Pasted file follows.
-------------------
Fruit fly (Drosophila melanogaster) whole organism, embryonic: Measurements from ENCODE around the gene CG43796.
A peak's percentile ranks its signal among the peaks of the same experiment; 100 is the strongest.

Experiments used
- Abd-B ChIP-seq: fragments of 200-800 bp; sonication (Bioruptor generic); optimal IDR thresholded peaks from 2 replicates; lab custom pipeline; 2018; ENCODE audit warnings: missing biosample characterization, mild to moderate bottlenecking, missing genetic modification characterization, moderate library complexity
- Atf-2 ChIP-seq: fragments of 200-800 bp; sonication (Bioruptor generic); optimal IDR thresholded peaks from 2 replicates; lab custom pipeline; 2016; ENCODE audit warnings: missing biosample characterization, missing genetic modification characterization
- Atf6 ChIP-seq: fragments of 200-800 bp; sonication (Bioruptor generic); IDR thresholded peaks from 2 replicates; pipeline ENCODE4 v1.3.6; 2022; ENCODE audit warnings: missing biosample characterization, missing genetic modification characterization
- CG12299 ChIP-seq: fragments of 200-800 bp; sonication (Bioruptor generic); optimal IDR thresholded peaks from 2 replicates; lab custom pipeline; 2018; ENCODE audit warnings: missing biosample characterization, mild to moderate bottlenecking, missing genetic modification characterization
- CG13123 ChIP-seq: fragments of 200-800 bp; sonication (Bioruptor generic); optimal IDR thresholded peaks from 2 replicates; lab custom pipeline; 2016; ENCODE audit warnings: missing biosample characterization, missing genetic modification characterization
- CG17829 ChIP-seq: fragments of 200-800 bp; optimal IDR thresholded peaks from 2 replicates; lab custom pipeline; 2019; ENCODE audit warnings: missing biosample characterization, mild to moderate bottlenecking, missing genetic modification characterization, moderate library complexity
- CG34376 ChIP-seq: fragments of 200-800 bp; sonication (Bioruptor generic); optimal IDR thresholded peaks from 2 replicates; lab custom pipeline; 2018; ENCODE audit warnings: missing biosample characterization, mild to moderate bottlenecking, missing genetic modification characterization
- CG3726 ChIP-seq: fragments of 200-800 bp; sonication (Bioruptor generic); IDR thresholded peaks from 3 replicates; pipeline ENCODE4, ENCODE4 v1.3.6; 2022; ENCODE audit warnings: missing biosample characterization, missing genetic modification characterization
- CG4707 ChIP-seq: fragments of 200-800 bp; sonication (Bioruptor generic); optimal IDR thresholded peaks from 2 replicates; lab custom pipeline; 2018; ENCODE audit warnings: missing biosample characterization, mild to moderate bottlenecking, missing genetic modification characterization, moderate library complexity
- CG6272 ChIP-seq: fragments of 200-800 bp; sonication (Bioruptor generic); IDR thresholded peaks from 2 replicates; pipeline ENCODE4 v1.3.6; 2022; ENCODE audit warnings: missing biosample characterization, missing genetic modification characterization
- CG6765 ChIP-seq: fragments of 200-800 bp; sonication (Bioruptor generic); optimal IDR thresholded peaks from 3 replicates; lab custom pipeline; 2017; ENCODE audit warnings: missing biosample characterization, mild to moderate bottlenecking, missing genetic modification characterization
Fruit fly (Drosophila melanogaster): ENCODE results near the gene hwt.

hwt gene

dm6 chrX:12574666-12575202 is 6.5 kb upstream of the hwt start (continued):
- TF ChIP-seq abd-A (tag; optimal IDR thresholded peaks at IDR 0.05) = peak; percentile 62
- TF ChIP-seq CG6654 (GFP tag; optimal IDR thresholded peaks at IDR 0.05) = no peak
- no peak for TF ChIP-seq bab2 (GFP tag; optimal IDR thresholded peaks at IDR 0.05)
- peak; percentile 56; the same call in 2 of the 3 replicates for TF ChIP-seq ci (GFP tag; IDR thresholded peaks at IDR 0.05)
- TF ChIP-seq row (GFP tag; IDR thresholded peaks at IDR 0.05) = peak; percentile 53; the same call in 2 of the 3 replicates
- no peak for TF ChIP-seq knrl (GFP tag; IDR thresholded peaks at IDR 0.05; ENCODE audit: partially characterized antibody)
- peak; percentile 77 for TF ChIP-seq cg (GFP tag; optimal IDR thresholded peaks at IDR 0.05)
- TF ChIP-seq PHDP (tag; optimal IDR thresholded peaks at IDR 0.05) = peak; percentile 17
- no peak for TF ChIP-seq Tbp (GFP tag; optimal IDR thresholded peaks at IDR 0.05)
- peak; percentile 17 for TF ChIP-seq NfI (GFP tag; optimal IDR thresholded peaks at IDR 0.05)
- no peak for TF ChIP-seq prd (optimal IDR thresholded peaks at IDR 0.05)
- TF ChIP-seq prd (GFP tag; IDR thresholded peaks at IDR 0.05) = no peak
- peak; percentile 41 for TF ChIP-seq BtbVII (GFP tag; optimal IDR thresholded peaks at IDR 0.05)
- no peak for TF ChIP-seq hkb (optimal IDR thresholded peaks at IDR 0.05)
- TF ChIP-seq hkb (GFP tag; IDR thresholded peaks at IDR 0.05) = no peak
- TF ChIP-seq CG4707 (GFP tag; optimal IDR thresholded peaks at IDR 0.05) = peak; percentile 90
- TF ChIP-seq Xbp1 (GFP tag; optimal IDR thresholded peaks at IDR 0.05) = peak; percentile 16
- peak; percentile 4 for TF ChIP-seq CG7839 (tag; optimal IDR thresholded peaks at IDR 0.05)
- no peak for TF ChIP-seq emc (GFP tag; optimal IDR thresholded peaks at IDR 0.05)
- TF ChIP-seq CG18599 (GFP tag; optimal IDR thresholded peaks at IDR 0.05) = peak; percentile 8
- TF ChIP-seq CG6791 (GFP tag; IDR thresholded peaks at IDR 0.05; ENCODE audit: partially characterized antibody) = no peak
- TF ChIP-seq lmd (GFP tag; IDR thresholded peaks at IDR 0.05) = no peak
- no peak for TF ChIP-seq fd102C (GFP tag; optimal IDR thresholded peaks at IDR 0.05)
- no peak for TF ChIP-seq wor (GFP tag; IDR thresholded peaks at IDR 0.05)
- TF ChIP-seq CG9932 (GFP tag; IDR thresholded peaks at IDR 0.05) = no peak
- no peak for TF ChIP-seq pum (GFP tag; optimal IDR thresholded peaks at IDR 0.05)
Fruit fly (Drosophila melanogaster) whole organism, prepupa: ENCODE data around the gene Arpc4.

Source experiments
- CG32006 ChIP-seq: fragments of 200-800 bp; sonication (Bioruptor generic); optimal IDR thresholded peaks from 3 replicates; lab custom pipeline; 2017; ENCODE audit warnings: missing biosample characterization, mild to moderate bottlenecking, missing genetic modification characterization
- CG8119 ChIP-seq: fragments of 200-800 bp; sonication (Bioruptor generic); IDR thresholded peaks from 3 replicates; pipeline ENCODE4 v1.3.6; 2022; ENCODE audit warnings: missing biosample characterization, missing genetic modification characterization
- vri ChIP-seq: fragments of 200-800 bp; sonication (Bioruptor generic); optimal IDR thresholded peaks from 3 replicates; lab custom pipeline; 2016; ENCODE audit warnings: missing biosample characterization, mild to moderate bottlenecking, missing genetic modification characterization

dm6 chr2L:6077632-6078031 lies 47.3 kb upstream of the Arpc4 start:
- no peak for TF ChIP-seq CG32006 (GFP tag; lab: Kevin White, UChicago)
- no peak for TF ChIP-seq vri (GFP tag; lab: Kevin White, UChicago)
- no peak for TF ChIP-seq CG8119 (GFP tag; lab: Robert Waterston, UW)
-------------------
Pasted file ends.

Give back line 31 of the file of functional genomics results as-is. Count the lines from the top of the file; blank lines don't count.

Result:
- no peak for TF ChIP-seq hkb (optimal IDR thresholded peaks at IDR 0.05)